There’s more than one way to compete

The women’s movement of the sixties and seventies guaranteed women the right to choose for themselves the lifestyle they wanted to lead.  It also asserted that women were able to speak for themselves, and that when they spoke their words had meaning which we were to take at face value.  So it is that in the 21st century women are expressing themselves when it comes to athletic competition. This news story gives more detail about who is talking and what it is they’re saying.  I note with a certain amount of tongue in cheek that one of the women wearing a scarf is from the American liberated country of Afghanistan, where we were told a sign of the subjugation of women was the headscarf.

Muslim patriotism in the US military

I’ve heard a lot from people especially on the right about problems associated with having Muslims involved in anything American, as if the presence of Muslims is a threat to the process or would somehow leave it tainted. I remember vividly during the first Gulf war when America was concerned about its image, a lot was said about Muslims in the US military and especially those who converted to Islam because of their exposure to the Gulf. Now, however, those same people some of whom are still in the military and those who joined later are “tainted” goods, worthy of suspicion and distrust. America is cannabalistic in that sense when it comes to anyone other than blond hair and blue eyed soldiers fighting its wars. From the Civil War upto the Vietnam war people of color have always been looked down upon as unworthy of service in the US military. Today is no different, except now we have bloggers who point out to those who care to know stories of patriotism in the US military that work for the country. Check out this story of a young man who volunteered to join the military in response to Bush’s war on terror.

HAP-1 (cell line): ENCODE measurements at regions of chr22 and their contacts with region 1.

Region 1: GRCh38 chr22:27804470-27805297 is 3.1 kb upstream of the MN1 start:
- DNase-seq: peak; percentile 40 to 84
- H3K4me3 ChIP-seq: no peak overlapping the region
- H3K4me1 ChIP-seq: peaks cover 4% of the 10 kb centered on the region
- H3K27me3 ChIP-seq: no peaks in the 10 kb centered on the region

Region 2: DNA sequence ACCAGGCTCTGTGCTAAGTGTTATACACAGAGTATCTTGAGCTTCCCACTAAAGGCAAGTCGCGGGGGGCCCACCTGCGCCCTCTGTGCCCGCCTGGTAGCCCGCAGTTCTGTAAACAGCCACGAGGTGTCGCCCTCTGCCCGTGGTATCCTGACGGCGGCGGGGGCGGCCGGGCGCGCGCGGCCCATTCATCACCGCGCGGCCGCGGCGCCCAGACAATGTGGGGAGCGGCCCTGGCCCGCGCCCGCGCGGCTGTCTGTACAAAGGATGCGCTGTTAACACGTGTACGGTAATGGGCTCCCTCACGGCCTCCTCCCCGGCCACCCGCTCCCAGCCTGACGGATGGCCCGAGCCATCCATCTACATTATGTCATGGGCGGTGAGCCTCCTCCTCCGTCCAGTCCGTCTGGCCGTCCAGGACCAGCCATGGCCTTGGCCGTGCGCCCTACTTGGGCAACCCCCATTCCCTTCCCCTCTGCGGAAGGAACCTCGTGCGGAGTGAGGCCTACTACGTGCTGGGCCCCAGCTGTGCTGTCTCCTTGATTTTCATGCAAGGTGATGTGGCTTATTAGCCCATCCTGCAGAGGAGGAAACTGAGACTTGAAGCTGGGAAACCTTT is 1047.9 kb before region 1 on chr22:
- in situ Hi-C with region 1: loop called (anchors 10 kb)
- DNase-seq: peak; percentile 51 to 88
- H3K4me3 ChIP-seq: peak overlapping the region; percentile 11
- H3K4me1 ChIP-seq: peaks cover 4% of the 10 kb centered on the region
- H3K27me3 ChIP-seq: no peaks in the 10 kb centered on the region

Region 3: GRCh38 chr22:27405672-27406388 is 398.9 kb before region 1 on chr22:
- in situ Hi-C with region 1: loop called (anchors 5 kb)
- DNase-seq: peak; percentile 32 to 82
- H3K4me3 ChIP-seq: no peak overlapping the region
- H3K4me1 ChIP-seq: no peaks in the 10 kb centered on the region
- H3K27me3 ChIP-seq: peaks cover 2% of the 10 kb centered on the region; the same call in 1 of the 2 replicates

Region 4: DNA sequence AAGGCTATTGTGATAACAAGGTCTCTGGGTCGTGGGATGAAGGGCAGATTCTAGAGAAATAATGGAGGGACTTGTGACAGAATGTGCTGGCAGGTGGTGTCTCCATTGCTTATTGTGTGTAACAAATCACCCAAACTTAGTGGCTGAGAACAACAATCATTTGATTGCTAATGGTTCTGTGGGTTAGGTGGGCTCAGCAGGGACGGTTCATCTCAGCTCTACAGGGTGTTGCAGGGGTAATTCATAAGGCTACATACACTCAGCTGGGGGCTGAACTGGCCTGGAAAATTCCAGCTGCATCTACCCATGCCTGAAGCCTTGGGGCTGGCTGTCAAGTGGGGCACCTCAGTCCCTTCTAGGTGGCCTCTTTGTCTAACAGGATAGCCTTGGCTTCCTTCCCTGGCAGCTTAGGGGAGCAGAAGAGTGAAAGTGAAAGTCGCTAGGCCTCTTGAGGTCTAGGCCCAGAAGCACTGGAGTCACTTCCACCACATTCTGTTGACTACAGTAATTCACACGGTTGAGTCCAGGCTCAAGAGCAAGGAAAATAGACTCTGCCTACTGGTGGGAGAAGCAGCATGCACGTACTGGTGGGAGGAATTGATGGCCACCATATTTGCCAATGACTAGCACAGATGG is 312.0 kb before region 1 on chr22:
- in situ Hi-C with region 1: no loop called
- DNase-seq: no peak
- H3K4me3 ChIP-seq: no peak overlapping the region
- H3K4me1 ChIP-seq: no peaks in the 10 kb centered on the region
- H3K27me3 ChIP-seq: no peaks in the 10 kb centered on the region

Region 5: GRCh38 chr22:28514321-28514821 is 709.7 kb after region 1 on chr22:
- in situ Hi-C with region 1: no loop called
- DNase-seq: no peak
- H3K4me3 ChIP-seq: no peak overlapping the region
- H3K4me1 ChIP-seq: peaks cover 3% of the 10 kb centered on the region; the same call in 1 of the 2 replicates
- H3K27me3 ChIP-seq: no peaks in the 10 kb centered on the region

State sponsored terrorism

Will Grigg has an excellent blog that talks about the abuses of the federal government against its own citizens in the war on terror.  It’s a compelling blog with plenty of examples of government’s terrorism directed towards its own.  The state wasted no time solidifying its hold on Americans after 911.  Homeland security swelled the ranks of people on no fly lists and interrogates randomly people who enter airports, either checking for terrorists or making them.  What follows is another story of many that is a first hand account of what happens to everyday citizens in airports across this country.  I have had friends who’ve recounted experiences similar to the one written about by Feder, making these kinds of encounters more the rule than the exception.  We are told this is necessary to protect the “homeland” and while  you are digesting that remember no amount of protection is worth the erosion of even one of the rights we have guaranteed us under the Constitution.